Publications

All Policy Exchange publications are free to download in .pdf format. You can also purchase hard copies of the majority of our reports – check each individual report page for details.

Recent Publications

Lone Parent Obligations Impact Assessment

Lone Parent Obligations Impact Assessment

Read Publication In a series of reforms between 2008 and 2012, the government incrementally reduced the child age eligibility requirements for lone parents claiming Income Support, replacing the Income Support regime with active job search and Job Search Allowance for...
Reversing the ‘Widget Effect’: The introduction of performance-related pay for all teachers in English schools

Reversing the ‘Widget Effect’: The introduction of performance-related pay for all teachers in English schools

Reversing the ‘Widget Effect’ welcomes the government’s introduction of performance pay in schools. The report shows that performance-related pay has been implemented in other countries without adverse effects for teachers or students, and finds that overwhelmingly teachers want to be paid based on the quality of their teaching. The report stresses that the system implemented must be fair and transparent in order to succeed, and sets out what a well-designed system would look like.

Ringfencing UK Banks: More of a problem than a solution

Ringfencing UK Banks: More of a problem than a solution

This report argues that a rigid ringfence around UK banking activities risks creating a swathe of unintended consequences including further closures of high street branches and even the end of ‘free’ banking. However, due to the amount of political capital already expended on legislation, ringfencing legislation is unlikely to be abandoned, so the report sets out a number of recommendations to ensure that UK banks remain competitive and are in a position to be able to lend to businesses and consumers.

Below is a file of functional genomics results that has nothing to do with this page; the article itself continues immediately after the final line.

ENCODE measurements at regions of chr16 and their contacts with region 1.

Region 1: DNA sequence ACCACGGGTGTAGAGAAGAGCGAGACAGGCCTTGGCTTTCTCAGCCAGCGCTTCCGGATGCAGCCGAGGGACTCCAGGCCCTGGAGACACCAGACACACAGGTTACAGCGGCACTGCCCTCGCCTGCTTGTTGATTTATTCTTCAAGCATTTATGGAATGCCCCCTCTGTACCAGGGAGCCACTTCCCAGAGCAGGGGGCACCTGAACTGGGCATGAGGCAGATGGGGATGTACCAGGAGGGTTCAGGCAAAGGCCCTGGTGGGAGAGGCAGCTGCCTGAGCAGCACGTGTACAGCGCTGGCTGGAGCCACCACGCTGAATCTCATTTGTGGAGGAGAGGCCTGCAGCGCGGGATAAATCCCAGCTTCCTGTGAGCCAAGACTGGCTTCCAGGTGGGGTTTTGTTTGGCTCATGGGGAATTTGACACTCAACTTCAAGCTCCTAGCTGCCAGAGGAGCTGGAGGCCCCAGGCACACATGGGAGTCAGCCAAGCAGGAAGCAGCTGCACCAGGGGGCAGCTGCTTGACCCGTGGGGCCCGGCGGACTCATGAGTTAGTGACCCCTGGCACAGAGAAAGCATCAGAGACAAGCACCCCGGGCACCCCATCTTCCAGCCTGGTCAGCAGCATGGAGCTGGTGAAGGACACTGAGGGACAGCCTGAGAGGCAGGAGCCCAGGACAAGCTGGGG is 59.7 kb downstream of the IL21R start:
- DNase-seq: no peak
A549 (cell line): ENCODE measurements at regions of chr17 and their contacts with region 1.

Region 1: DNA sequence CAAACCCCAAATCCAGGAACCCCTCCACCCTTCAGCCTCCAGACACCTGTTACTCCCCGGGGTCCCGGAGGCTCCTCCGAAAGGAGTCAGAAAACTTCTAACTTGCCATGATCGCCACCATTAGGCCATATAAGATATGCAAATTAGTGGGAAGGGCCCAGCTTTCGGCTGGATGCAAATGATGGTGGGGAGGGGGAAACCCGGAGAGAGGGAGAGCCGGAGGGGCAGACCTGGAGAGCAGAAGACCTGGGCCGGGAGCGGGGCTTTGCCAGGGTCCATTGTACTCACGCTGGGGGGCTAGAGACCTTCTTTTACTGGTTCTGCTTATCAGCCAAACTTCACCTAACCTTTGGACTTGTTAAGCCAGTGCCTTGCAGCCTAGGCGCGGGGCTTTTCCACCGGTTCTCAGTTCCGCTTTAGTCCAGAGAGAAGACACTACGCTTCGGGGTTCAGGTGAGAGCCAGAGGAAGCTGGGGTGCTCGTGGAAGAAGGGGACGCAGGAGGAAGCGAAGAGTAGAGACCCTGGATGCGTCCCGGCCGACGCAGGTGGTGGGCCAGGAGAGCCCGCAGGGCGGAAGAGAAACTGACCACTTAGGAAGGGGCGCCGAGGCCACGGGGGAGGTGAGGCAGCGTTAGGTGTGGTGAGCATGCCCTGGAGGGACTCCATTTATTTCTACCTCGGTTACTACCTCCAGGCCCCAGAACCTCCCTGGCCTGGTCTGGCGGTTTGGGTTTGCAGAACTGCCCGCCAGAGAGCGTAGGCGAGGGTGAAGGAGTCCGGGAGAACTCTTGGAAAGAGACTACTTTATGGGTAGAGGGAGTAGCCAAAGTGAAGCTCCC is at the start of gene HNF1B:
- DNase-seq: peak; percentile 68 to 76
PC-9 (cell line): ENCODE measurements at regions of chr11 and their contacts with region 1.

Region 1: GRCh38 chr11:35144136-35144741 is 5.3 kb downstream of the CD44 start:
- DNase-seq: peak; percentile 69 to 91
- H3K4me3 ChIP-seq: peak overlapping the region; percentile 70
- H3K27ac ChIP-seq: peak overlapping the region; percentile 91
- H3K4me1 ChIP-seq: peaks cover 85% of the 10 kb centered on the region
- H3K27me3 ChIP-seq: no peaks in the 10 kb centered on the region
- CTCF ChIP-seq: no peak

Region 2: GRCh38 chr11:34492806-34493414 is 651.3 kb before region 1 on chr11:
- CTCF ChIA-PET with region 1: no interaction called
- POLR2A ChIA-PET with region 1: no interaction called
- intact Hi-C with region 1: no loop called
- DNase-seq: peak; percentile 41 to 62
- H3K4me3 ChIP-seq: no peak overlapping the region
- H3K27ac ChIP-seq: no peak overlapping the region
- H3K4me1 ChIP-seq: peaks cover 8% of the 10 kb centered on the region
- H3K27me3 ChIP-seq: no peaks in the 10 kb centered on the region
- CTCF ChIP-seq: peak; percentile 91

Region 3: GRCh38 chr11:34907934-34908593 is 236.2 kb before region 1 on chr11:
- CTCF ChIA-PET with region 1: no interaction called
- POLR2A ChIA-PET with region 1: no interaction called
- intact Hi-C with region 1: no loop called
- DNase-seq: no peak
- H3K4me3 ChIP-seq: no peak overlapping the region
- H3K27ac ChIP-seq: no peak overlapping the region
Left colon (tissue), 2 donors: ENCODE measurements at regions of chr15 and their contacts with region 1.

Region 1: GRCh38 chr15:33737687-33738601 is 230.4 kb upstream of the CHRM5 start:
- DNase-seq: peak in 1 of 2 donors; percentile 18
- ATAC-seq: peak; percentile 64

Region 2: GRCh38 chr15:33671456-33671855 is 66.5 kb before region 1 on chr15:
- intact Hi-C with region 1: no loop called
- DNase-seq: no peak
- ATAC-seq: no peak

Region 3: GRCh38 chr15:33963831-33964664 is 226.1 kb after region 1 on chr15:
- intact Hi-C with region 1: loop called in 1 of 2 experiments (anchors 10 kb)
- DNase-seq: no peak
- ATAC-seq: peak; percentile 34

Reforming Public Appointments

Reforming Public Appointments

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Reforming Public Appointments shows that equality policies set up under the last government are failing to promote people from working class communities to public office. It calls for an extension of the entire equalities policy to increase representation of people from routine and manual occupational backgrounds, and for greater transparency about the membership of interviewing panels for public appointments.

Park Land: How open data can improve our urban green spaces

Park Land: How open data can improve our urban green spaces

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Britain’s urban green spaces are coming under pressure, with financial and development constraints, coupled with a surprising lack of data, raising the possibility of a decline in the quantity and quality of our urban green spaces. Park Landcalls for a new freely-available national urban green space map for the UK to help make sure people living in cities have adequate access to good green spaces, test whether public money is being well spent and allow clever innovations in improving green spaces to be easily shared.

The Fog of Law: An introduction to the legal erosion of British fighting power

The Fog of Law: An introduction to the legal erosion of British fighting power

A new Policy Exchange report, The Fog of Law, co-authored by Tom Tugendhat and Laura Croft, shows how the application of civilian norms to military conduct has led to a surge in legal claims against the Ministry of Defence (MOD). The costs of litigation have now risen out of proportion with forecasts, with the number of claims brought against the MOD totalling 5,827 in 2012-2013.

Financing Small and Growing Firms post

Financing Small and Growing Firms post

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A new Policy Exchange report, The Fog of Law, co-authored by Tom Tugendhat and Laura Croft, shows how the application of civilian norms to military conduct has led to a surge in legal claims against the Ministry of Defence (MOD). The costs of litigation have now risen out of proportion with forecasts, with the number of claims brought against the MOD totalling 5,827 in 2012-2013.

Public and Private Sector Pay: 2013 update

Public and Private Sector Pay: 2013 update

Public sector workers in the North East, Merseyside and South West of England earn as much as £3,200 more than their equivalents in the private sector. The variation in pay has arisen because of the system of national pay bargaining, which means that workers are paid the same amount regardless of where they live. The paper recommends abolishing national pay deals and moving to a system which can reflect local labour markets and reward performance.

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